EDITORIAL: 44 very special people in the Senate
They're very special people. Donald Trump surely loves them.
Yes, that applies to the mob that attacked the U.S. Capitol on Jan. 6 after listening to Trump speak about the need to fight for their country or else they wouldn't have a country left.
But it applies even more to the 44 Republican senators who, after voting against holding the former president's second impeachment trial at all on Tuesday, are now sitting through it with blinders on, several arriving for the proceedings late, others struggling to stay awake.
Sen. Josh Hawley, R-Mo., was seen sitting in the visitors gallery with his feet up on a chair, reading something in a manila folder, according to The Hill.
The videos from the House impeachment managers did draw their attention, reportedly. Those videos should have drawn everyone's attention. They show a juxtaposition of what was happening inside the Capitol with what was happening outside, beginning with Trump's speech by the White House, continuing as Congress began the proceedings to affirm the votes of the Electoral College, the abrupt halt to the proceedings as the rioters breached the building.
They show then-Vice President Mike Pence and his family being evacuated, House Speaker Nancy Pelosi taken to a safe room, and other members of Congress hastening to leave the House and Senate chambers.
The senators heard the increasingly frantic voices of Capitol Police and D.C. Metro Police calling for help, the calls that lines had been breached, officers were down, the rioters were in the building. They heard the profanity-laced yells of the Trump mob calling for the deaths of Pence and Pelosi, insulting police even as they carried blue line flags along with their Trump flags and Confederate flags.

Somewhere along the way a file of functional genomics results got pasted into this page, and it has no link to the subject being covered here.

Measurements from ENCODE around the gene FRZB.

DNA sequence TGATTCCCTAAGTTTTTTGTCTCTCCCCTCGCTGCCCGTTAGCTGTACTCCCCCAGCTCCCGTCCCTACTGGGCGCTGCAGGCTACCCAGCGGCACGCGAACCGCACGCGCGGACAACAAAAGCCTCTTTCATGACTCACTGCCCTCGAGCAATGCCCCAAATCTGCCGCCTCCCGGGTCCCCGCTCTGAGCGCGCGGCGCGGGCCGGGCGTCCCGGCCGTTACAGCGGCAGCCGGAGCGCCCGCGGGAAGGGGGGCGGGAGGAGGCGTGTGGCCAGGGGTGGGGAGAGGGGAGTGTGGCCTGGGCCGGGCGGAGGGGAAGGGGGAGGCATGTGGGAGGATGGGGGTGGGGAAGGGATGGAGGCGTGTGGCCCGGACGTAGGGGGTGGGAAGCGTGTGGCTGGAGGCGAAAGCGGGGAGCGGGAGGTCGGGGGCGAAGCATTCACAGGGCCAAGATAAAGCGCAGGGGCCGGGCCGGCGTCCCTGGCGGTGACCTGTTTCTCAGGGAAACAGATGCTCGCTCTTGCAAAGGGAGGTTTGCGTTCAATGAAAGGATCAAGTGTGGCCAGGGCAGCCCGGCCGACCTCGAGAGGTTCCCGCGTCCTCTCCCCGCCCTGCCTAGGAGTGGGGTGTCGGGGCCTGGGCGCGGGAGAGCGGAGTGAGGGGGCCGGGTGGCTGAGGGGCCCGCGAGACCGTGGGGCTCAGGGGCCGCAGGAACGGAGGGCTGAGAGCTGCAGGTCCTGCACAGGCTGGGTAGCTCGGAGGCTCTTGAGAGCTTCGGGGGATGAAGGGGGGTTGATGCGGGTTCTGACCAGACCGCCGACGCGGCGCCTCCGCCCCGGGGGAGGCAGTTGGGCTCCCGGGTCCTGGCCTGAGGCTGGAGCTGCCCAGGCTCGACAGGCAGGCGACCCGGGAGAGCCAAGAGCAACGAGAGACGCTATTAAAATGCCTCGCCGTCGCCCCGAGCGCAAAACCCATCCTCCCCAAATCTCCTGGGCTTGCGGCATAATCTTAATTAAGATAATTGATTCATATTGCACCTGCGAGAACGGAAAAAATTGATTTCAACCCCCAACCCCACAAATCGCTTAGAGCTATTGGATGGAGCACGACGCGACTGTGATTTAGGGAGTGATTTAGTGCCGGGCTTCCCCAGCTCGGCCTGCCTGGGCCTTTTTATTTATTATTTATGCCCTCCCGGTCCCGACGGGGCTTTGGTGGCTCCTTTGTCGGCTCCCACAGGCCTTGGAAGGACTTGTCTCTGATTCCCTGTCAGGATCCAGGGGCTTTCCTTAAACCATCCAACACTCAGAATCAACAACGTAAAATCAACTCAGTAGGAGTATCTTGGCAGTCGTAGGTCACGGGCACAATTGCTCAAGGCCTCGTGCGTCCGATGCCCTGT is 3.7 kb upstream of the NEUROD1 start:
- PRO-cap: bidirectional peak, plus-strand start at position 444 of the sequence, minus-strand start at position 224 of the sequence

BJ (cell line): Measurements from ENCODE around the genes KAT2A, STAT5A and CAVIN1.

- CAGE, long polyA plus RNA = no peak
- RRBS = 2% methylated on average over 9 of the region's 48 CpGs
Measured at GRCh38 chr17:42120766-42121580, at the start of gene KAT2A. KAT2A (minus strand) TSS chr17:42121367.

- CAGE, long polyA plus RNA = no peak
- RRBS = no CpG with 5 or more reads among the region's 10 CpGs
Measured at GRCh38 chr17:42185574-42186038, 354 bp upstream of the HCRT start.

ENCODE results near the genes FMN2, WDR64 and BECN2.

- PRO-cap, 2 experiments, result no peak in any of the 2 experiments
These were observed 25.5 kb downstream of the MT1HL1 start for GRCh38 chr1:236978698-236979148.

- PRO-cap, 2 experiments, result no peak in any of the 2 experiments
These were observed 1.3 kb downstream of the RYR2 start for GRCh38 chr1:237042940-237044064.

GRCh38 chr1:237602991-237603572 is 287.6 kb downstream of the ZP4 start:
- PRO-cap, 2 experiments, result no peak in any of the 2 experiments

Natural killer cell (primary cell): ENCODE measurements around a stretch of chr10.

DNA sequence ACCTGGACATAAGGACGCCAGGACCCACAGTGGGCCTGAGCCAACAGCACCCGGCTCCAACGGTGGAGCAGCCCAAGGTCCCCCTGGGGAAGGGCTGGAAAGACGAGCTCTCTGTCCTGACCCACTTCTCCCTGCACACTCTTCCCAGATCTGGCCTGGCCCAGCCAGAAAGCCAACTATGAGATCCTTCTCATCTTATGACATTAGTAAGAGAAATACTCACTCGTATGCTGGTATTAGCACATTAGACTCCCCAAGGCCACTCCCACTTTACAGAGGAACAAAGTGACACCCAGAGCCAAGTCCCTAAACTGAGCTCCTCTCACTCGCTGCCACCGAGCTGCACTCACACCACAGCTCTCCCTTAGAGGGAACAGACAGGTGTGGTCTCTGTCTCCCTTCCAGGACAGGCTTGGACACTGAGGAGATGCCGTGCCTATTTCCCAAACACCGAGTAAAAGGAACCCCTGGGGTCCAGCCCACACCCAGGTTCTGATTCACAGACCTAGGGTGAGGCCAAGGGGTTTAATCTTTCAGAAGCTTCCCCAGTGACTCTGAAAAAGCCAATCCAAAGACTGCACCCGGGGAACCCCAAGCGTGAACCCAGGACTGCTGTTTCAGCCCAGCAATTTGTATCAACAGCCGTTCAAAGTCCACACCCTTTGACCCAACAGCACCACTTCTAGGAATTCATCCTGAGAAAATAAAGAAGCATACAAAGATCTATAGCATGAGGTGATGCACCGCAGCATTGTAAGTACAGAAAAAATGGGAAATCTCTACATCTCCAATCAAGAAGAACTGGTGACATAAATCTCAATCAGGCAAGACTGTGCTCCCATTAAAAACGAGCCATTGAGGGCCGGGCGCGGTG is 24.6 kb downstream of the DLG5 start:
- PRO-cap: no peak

If they were watching, they saw the rioters using poles with U.S. flags attached to bludgeon police officers and break windows. They saw Sen. Mitt Romney, R-Utah, rushing down a hall and being turned back by Capitol Police Officer Eugene Goodman, who realized Romney was about to walk into the mob. Goodman went on to lure the rioters away from the doors of the Senate chamber, giving senators enough time to get out.
The audio and videos have a visceral effect. It would be understandable if senators turned away because it was too much.
But that's not why some of them turned away. They turned away because they didn't care what had happened. They didn't care about the convincing constitutional argument from the House managers that a president must still be held accountable for their actions, even in the final days of their term.
The 44 Republican senators who voted on Tuesday that the trial shouldn't be held have already turned away from their duty.
Sen. Lindsey Graham, R-S.C., said he spoke with Trump on Tuesday night. “I reinforced to the president, the case is over. It’s just a matter of getting the final verdict now,” Graham said.
This is where our country stands now. A sitting president can point a mob toward the Capitol as if they were a pack of dogs going after a fox, he can wait for hours before calling his rioters off, the vice president and others have to go around him to call the National Guard in, and yet Republican senators can say the case is over before it has even begun.
At least Sen. Pat Toomey, R-Pa., had the sense to realize that this can't be allowed and was one of six Republicans who voted for the trial to continue. Unfortunately, there will almost certainly not be enough Republican senators — 17 are needed — with the courage to stand up to Trump and his mob and say that with his attempt to violently stop the peaceful transfer of power, he has stepped over the line.
There are 44 senators who are very special people indeed. Surely Donald Trump loves them almost as much as the people who were willing to do violence to those senators on his behalf.